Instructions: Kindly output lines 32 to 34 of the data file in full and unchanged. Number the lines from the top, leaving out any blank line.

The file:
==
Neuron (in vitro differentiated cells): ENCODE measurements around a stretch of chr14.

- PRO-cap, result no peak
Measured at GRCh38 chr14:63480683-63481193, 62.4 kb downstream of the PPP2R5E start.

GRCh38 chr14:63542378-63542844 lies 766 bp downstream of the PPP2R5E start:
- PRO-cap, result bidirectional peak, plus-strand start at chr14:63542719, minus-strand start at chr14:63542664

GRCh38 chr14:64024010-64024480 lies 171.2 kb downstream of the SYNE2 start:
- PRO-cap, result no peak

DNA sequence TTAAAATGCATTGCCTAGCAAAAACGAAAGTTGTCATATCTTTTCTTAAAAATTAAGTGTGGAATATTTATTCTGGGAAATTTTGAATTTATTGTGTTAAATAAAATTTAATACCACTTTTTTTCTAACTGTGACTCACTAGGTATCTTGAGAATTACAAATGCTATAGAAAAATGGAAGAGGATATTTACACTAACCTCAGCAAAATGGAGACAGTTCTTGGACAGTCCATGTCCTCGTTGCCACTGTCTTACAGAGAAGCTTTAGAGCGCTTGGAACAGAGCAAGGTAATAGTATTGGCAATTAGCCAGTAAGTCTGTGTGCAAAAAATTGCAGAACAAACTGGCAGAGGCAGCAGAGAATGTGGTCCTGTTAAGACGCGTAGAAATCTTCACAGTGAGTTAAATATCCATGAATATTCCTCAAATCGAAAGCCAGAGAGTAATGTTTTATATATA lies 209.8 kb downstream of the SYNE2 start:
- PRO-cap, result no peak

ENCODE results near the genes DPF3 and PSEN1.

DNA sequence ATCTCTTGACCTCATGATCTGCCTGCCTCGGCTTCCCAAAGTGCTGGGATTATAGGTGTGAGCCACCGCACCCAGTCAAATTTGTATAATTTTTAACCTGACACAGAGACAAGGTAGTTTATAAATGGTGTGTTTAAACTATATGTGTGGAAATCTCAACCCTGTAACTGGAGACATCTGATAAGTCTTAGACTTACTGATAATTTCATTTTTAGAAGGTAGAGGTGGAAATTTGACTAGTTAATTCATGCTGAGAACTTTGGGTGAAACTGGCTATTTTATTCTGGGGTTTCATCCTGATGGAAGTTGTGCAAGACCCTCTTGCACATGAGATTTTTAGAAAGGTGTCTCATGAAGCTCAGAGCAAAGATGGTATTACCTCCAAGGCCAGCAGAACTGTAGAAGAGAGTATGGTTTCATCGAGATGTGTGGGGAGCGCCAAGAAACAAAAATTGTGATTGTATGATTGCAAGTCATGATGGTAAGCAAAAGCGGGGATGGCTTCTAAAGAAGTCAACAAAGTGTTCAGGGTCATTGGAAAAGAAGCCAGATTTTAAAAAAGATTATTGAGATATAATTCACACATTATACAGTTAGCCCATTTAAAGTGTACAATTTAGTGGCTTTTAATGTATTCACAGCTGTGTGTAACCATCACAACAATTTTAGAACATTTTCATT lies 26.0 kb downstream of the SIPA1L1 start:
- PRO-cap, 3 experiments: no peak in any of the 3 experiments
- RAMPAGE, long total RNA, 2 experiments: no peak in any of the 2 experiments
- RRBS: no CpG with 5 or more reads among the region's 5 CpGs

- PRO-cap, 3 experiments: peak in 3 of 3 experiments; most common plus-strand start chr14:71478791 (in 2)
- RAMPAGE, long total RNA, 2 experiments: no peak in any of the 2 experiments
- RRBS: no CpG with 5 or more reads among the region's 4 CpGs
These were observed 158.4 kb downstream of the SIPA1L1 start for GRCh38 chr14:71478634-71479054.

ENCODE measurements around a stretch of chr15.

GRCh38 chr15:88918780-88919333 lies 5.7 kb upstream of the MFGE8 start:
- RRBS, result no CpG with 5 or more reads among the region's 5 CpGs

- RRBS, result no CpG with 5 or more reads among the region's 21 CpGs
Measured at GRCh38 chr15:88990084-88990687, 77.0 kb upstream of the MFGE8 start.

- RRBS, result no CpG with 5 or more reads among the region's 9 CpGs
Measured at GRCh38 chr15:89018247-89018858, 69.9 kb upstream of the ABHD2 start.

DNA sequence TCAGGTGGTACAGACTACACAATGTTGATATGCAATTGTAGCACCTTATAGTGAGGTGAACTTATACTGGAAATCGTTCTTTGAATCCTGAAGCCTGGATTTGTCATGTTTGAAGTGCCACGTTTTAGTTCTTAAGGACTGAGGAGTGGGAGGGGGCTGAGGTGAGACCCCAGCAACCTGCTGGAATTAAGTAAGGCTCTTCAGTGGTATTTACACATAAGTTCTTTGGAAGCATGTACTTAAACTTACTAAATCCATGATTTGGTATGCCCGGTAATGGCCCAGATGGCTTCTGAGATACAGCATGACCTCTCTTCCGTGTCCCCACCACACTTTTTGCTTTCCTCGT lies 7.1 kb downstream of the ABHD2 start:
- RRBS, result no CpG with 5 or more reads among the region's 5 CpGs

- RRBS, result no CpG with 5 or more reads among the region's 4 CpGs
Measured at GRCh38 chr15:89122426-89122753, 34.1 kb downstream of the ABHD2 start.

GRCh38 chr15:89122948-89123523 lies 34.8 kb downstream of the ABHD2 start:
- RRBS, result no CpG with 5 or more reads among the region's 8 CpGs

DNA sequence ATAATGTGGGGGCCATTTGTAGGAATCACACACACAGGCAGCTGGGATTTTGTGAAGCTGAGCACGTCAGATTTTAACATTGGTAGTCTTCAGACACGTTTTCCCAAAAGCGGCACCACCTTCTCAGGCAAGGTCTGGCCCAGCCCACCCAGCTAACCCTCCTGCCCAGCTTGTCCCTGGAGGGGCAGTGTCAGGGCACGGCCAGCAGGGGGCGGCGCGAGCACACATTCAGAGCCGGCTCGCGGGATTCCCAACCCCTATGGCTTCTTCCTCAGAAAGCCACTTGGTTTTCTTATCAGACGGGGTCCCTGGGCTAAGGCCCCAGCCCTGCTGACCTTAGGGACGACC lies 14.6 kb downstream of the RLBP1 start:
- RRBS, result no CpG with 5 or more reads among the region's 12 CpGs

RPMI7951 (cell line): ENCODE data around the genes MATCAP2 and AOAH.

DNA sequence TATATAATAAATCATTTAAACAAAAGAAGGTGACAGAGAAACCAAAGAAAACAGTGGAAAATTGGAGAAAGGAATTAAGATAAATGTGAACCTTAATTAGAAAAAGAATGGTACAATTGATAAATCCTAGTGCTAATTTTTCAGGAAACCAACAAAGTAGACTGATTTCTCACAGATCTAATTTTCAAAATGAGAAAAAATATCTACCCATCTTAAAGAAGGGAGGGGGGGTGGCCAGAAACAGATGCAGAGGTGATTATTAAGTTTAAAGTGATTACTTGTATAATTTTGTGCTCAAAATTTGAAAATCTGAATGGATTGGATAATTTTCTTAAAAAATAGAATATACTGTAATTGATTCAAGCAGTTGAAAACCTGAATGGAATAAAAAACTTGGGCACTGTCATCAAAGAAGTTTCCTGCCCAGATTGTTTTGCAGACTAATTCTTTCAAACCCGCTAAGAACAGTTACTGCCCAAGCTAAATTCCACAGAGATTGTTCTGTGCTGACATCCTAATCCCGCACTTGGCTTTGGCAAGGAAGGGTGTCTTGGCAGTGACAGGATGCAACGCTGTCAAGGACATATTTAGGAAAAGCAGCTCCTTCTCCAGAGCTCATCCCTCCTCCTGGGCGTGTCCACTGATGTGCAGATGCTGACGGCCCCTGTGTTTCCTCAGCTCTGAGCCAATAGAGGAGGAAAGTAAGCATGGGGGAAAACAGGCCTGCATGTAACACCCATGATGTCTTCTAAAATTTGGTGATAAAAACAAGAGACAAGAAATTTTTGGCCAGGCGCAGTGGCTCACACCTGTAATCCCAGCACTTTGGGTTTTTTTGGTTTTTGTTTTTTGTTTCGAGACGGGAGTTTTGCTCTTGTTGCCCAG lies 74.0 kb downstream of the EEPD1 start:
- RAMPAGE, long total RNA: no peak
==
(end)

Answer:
DNA sequence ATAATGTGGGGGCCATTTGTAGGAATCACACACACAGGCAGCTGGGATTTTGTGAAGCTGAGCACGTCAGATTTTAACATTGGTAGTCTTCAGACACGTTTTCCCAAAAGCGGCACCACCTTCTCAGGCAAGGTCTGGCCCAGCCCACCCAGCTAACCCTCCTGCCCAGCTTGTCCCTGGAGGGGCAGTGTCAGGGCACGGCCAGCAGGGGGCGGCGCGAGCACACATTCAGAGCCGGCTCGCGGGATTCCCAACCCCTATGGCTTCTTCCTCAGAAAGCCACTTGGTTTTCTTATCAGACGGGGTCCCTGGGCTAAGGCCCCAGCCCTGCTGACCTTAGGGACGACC lies 14.6 kb downstream of the RLBP1 start:
- RRBS, result no CpG with 5 or more reads among the region's 12 CpGs

RPMI7951 (cell line): ENCODE data around the genes MATCAP2 and AOAH.